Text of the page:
Title: Take Me In
Author: Sabine Durrant
Narrators: Rory Kinnear, Morven Christie
Read: July 2018
My Rating: 🌟🌟🌟
A hot beach. A young family on holiday. A fatal moment of inattention...
And now Dave Jepsom is in their lives. Dave Jepsom, with his muscles, his pale eyes, his expressionless face.
He saved their child. How can they ever repay him? Especially as what he seems to want in return is everything.
He's in the streets they walk down. He's at the office where they work. He's at their front door, leaning on the bell...
If only they could go back. Back to when the lies were still hidden. Before the holiday, before the beach, before the moment that changed everything.
But it's never how it starts that matters. It's always how it ends.
I loved Durrant’s last book, Lie With Me, so Take Me in was one of my most anticipated new releases of 2018. Again, we have a really intriguing premise here: couple Marcus and Tessa are on holidays in Greece when their young son, Josh, falls into the ocean whilst his parents are distracted. It is only thanks to the rapid actions of a bystander, Dave Jepsom, that the boy is saved from drowning. Although Marcus and Tessa are grateful to the stranger for his intervention, they become wary of him when he makes repeat appearances in their lives once back in England. Soon Dave becomes a sinister spectre in their lives and a constant reminder of their guilt and inadequacies – ultimately bringing this little family to the brink of disaster.
I loved the idea of the story, which unfolds through both the POVs of Marcus and Tessa, a well-off successful couple who at first glance seem to have it all. It’s not until the story progresses that we learn that their marriage is far from perfect. Durrant has a knack for delivering flawed, somewhat unlikeable characters that still manage to extract some empathy from my cold, cold heart, even though neither Marcus not Tessa could hold a candle to Paul Morris from Lie With Me, and I admit feeling quite frustrated with them on several occasions. Here we have two people who seem to have it all, and yet they are basking in constant dissatisfaction and self-centredness. Little Josh really has to take a backward seat as his parents bumble from one disastrous decision to another, each so wrapped up in their own misery that they have little time for playing happy families. And then there is Dave Jepsom, who inserts himself in their lives like a big fat cuckoo in another’s nest, hovering in the shadows like a menacing premise that seems to pre-empt their unravelling. Like Marcus and Tessa, I was constantly wondering if Dave could really be responsible for all the misfortune that befell them, or whether it was all in their imagination. Hero or villain? Friend or foe?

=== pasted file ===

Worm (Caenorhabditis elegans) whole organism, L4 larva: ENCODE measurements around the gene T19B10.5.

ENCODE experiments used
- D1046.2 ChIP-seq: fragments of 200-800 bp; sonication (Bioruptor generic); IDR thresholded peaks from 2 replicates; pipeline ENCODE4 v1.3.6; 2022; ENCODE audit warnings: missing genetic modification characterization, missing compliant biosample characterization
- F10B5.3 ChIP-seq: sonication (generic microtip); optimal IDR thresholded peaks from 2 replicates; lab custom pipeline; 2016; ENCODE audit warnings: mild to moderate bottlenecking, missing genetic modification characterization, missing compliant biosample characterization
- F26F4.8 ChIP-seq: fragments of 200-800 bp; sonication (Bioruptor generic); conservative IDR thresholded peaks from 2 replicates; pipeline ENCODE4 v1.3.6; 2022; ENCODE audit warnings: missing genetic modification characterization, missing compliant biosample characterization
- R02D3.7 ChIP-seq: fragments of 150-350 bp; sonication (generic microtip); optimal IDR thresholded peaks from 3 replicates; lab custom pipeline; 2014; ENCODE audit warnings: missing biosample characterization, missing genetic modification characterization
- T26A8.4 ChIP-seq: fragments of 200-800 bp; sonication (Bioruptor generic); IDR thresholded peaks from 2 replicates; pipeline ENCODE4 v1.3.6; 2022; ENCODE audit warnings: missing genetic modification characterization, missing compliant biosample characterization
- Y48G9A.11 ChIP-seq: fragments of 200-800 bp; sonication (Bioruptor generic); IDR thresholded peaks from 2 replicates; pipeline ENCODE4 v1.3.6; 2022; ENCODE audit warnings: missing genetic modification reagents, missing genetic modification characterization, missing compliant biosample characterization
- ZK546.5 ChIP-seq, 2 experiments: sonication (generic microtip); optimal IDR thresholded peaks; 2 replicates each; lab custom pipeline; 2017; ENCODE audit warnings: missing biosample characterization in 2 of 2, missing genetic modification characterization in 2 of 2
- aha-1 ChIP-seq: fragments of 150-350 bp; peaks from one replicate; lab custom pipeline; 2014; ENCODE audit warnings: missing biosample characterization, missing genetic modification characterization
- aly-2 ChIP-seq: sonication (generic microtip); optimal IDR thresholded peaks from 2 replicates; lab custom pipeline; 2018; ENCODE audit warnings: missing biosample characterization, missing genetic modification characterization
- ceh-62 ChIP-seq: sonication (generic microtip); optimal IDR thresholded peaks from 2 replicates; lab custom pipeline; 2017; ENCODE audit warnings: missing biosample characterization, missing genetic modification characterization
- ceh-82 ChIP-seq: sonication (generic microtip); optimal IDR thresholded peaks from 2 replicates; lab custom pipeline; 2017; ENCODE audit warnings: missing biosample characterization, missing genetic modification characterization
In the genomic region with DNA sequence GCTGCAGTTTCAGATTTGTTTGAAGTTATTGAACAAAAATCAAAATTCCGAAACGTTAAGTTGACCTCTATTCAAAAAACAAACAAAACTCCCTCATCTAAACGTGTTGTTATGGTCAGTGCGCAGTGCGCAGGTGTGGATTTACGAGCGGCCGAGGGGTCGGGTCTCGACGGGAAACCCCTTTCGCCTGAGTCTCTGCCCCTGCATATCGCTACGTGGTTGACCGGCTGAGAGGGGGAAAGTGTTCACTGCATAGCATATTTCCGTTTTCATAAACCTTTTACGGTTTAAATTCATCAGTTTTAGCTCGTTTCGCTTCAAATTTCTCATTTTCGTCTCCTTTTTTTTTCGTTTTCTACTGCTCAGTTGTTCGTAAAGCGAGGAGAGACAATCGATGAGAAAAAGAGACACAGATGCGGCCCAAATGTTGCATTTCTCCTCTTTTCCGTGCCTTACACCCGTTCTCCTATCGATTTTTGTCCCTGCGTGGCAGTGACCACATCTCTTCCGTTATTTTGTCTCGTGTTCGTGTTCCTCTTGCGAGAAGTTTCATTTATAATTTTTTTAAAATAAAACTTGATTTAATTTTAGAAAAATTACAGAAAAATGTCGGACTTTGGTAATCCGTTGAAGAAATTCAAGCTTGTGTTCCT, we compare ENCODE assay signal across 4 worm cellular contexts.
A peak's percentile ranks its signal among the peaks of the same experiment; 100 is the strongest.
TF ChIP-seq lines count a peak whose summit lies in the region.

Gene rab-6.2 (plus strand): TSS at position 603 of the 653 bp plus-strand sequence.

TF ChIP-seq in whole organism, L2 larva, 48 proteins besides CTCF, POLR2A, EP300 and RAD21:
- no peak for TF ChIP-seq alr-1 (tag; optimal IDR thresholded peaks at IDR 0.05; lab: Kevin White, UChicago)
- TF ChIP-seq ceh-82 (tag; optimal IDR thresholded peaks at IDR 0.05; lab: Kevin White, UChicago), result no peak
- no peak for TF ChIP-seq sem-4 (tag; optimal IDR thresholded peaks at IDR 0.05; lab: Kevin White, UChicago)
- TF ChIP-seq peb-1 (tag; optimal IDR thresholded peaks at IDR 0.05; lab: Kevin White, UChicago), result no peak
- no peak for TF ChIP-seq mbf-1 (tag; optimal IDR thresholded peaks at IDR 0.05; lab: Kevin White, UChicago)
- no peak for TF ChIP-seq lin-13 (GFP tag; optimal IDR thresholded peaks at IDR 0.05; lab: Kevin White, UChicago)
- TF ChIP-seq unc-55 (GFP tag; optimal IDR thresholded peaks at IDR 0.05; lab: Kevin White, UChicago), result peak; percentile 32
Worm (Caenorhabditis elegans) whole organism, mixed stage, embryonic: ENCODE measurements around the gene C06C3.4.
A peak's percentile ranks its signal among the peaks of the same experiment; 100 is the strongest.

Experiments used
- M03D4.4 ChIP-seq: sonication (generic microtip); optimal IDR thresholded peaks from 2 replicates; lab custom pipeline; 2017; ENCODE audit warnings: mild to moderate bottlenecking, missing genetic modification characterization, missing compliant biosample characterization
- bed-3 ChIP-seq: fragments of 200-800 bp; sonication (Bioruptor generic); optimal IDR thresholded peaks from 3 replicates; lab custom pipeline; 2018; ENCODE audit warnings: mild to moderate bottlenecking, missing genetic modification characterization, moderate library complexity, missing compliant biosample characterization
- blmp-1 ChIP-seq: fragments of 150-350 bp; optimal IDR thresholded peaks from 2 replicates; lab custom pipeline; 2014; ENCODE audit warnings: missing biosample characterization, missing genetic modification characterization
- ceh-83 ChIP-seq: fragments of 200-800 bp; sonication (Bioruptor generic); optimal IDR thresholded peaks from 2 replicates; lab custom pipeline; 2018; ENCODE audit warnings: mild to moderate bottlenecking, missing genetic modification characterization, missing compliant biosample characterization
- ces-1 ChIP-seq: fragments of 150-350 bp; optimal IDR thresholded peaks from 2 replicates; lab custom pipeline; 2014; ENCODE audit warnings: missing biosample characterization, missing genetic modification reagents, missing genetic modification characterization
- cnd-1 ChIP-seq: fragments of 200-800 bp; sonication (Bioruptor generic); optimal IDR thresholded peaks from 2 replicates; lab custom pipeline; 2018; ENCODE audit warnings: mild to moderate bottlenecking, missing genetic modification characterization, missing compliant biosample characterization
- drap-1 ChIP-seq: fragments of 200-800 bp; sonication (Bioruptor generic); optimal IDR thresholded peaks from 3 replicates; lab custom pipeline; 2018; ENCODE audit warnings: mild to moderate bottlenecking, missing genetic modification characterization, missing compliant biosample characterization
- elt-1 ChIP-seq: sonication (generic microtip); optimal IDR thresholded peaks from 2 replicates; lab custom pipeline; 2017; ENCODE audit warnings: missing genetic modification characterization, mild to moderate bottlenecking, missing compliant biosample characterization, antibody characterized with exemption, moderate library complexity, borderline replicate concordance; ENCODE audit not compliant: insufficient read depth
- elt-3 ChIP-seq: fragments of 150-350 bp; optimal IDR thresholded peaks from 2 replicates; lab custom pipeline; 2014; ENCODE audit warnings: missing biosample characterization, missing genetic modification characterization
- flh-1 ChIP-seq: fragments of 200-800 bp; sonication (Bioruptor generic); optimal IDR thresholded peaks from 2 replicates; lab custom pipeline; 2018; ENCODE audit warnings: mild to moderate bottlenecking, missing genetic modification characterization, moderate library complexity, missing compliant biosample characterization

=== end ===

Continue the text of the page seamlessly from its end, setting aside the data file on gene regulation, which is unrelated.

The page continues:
With this brilliant premise I am somewhat disappointed that the book ultimately did not fully deliver for me. There was so much potential for this story to be truly chilling and heart-poundingly tense, but it never seemed to exploit all the possibilities the author hints at. It is difficult to describe my feelings without giving away parts of the plot that may spoil things for other readers, but I can say that I felt that too much time was spent on intricate details of Tessa and Marcus’ everyday lives (and Marcus’ work), and not enough on the chilling spectre of Dave hovering in the peripheries. There were a couple of moments when I thought that the book would finally get to the point (e.g when Tessa calls Maureen and finds out some chilling facts about Dave) and utilise this aspect to ratchet up tension, but it never fully got there. Considering the finale of Lie With Me, I was breathlessly waiting for the final reveal to throw me a big curveball, but found that I could see its trajectory from a mile off, and it ultimately disappointed. To be totally honest, I felt that the ending didn’t fit at all, and left me feeling dissatisfied, with many questions left unanswered.
In summary, and after much soul-searching, I sadly concede that despite Durrant’s writing style (which I still love), Take Me In was ultimately disappointing for me. I felt that this book had so much more potential to be great, but the narrative got lost in translation somewhere along the way and turned out to be more of a casual stroll around the block than the heart-pounding thrill ride it could have been. Whilst I enjoyed Durrant’s keen observations of a modern, middle-class marriage and the smoke and mirrors of suburban life, including the couple’s friends (who were as unlikeable and deceitful as the couple themselves), it ultimately read more like a relationship drama than a heart pounding psychological thriller. I still liked the story, but I did not love it as much as I thought I would.